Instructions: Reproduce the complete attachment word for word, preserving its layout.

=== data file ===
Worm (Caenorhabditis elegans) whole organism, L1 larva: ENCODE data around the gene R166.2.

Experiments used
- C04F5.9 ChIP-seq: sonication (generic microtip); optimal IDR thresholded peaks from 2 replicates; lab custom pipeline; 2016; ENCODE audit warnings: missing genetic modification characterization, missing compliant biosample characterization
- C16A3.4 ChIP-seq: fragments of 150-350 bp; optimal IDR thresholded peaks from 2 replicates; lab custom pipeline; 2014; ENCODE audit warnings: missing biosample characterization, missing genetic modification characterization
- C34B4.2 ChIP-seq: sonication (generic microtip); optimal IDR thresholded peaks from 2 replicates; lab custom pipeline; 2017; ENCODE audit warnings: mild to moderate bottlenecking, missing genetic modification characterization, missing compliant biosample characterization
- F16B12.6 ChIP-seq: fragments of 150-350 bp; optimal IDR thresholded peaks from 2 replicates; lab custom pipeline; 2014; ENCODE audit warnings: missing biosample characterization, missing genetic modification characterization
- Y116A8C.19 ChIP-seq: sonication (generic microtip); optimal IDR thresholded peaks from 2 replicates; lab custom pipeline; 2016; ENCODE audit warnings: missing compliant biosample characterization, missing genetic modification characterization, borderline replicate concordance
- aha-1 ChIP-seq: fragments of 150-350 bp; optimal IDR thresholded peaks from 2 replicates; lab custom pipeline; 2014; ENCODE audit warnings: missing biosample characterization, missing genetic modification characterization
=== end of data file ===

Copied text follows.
Worm (Caenorhabditis elegans) whole organism, L1 larva: ENCODE data around the gene R166.2.

Experiments used
- C04F5.9 ChIP-seq: sonication (generic microtip); optimal IDR thresholded peaks from 2 replicates; lab custom pipeline; 2016; ENCODE audit warnings: missing genetic modification characterization, missing compliant biosample characterization
- C16A3.4 ChIP-seq: fragments of 150-350 bp; optimal IDR thresholded peaks from 2 replicates; lab custom pipeline; 2014; ENCODE audit warnings: missing biosample characterization, missing genetic modification characterization
- C34B4.2 ChIP-seq: sonication (generic microtip); optimal IDR thresholded peaks from 2 replicates; lab custom pipeline; 2017; ENCODE audit warnings: mild to moderate bottlenecking, missing genetic modification characterization, missing compliant biosample characterization
- F16B12.6 ChIP-seq: fragments of 150-350 bp; optimal IDR thresholded peaks from 2 replicates; lab custom pipeline; 2014; ENCODE audit warnings: missing biosample characterization, missing genetic modification characterization
- Y116A8C.19 ChIP-seq: sonication (generic microtip); optimal IDR thresholded peaks from 2 replicates; lab custom pipeline; 2016; ENCODE audit warnings: missing compliant biosample characterization, missing genetic modification characterization, borderline replicate concordance
- aha-1 ChIP-seq: fragments of 150-350 bp; optimal IDR thresholded peaks from 2 replicates; lab custom pipeline; 2014; ENCODE audit warnings: missing biosample characterization, missing genetic modification characterization